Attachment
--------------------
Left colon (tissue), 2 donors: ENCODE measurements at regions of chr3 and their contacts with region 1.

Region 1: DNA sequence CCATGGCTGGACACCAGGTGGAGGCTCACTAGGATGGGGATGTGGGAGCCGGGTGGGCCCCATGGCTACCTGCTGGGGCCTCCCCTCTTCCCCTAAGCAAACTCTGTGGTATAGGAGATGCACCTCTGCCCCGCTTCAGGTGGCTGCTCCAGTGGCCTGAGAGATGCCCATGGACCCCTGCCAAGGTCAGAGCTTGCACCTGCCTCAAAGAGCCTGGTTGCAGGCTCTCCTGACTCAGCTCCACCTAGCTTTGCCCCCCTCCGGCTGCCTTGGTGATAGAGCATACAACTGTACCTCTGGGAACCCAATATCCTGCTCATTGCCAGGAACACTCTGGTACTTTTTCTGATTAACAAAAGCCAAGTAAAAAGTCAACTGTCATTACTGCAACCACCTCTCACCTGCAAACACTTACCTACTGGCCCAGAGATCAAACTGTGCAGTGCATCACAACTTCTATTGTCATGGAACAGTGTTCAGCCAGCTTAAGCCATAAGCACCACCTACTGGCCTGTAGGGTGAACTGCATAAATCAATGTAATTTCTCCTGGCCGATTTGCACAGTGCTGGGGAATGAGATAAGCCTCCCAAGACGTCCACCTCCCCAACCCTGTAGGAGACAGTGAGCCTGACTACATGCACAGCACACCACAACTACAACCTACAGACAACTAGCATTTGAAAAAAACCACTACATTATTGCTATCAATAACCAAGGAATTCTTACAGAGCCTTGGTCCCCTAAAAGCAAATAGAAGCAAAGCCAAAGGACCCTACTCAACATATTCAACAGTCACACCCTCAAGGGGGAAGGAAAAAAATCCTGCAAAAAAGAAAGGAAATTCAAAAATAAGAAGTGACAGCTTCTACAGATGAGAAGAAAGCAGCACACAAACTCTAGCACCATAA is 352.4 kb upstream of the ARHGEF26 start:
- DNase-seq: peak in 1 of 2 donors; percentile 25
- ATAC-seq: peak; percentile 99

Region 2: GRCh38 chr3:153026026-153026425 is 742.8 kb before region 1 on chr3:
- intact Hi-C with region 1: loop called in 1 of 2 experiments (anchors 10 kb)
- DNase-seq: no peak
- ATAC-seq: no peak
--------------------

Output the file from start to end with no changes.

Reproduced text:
Left colon (tissue), 2 donors: ENCODE measurements at regions of chr3 and their contacts with region 1.

Region 1: DNA sequence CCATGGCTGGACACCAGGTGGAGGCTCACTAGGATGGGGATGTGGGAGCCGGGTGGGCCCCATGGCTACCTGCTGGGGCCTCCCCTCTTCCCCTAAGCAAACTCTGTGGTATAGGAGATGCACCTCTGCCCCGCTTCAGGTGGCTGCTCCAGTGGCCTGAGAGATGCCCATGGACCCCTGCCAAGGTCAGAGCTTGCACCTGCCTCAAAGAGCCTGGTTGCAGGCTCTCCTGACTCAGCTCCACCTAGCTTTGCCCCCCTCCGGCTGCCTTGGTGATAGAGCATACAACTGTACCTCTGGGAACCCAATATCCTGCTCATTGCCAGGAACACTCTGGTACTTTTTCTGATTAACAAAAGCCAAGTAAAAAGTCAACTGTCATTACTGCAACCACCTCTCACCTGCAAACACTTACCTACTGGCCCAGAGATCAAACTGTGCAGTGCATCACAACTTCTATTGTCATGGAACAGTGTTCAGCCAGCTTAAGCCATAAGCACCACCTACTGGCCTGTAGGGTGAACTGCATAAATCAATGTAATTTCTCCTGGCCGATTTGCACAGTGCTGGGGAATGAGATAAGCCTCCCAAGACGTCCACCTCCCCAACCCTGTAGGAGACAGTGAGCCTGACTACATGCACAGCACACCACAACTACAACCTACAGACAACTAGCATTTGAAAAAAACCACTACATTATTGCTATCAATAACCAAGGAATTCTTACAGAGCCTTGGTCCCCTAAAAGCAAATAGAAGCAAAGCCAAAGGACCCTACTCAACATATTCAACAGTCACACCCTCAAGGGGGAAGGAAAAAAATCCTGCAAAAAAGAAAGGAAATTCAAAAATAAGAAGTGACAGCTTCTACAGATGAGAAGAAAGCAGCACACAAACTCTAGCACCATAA is 352.4 kb upstream of the ARHGEF26 start:
- DNase-seq: peak in 1 of 2 donors; percentile 25
- ATAC-seq: peak; percentile 99

Region 2: GRCh38 chr3:153026026-153026425 is 742.8 kb before region 1 on chr3:
- intact Hi-C with region 1: loop called in 1 of 2 experiments (anchors 10 kb)
- DNase-seq: no peak
- ATAC-seq: no peak